Paying by cheque – Have you actually paid your staff?
Paying by cheque to your employees their wages or salary, whether that be weekly or monthly. The question this raises is that by utilising this payment method, have you contractually fulfilled your agreement to pay someone on a certain date? Extending this further, if you are paying by cheque as you do not have bank details for the employee, have you assumed that they will be able to present it – Have you actually paid them?
But surely cheques are on their way out?
Well, that was the original idea from the UK Government and the Banks, but as there is no current alternative for those without a bank account, the threat of removing this as a payment method has been removed [source].
What UK Banks have been working on is speeding up the method of processing cheques to enable a secure and faster process [source].
Cheques – The Fundamentals
What are the fundamentals we need to know about cheques;
- The Bills of Exchange Act 1882 defines a cheque as a written order from an account holder instructing their bank to pay a specified sum of money to one or more named beneficiaries
- Ever since their inception, it has been the case that cheques are not a promise to pay by the bank, but a request to the bank that it pays, out of the funds deposited by the customer, an amount to a third party. This means that the bank will only honour the cheque if the account holder has sufficient funds to meet it or it can be covered by an agreed overdraft or other lines of credit
- Cheques are not legal tender and never have been. Even today, if you owe someone money they are not obliged to accept a cheque. Instead, a creditor is entitled to be paid in legal tender and can refuse payment in any other form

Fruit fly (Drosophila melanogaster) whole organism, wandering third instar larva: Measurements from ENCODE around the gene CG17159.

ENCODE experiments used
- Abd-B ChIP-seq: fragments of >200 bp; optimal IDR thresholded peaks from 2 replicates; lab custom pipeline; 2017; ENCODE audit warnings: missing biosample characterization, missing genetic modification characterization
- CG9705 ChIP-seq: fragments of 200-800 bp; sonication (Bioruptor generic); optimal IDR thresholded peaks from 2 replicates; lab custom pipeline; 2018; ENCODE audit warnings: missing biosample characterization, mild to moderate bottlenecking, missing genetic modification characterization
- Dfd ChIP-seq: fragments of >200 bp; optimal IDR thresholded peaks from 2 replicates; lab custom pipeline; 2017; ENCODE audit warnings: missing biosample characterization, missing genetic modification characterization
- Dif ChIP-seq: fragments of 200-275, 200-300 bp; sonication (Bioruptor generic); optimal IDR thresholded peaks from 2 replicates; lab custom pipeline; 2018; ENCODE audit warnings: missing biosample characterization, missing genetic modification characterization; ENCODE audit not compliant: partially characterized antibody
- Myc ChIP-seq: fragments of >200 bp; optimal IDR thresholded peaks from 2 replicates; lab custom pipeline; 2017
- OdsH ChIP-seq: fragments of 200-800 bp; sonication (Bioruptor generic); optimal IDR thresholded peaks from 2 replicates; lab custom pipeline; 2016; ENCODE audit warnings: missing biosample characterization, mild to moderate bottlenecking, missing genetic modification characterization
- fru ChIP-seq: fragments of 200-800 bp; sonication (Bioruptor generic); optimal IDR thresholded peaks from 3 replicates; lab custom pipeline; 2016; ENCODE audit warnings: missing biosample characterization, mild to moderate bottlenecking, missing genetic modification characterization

- Most cheques are crossed ‘A/C Payee’. The Cheques Act 1992 and Section 81 of the Bills of Exchange Act 1882 give statutory power to the ‘A/C Payee’ crossing when it is used. The rules mean that a cheque that bears the ‘A/C Payee’ crossing can only be paid into an account in the name of the recipient exactly as it appears on the cheque
- A cheque payable to two people (normally known as a joint account) can only be paid into an account in the name of the two people exactly as they appear on the cheque. The crossing cannot be deleted, nor can the cheque be transferred over to a third party.
So, if you have been paying your staff by cheque, have you discharged your agreement to pay them on a certain day? Case law is limited, however, on a matter related to Housing Rent, (Andy Coltrane v Janice Day (2003)), the Court of Appeal reviewed and applied the case law on the date of payment where payment is made by cheque: payment by cheque is a conditional payment; if the payee accepts the cheque and the cheque is honoured on the first presentation, then the condition is satisfied, and the payment is taken to have been made when the cheque was delivered.
Fundamentally the above appears to say a cheque is fine if the receiving person accepts it. However, what this does not consider is that the cheque will be crossed ‘A/C Payee’ only. What if the recipient does not have a bank account? Effectively they are unable to present the cheque, therefore payment has not been made. The only option for the employee, (unless the Issuer offers an alternative payment method or arranges encashment locally), is to convert the cheque through a cash checking bureau and as you will note from the table below, this is at a cost to them (Check out our blog ‘Bridging the Banking Gap‘ for more information);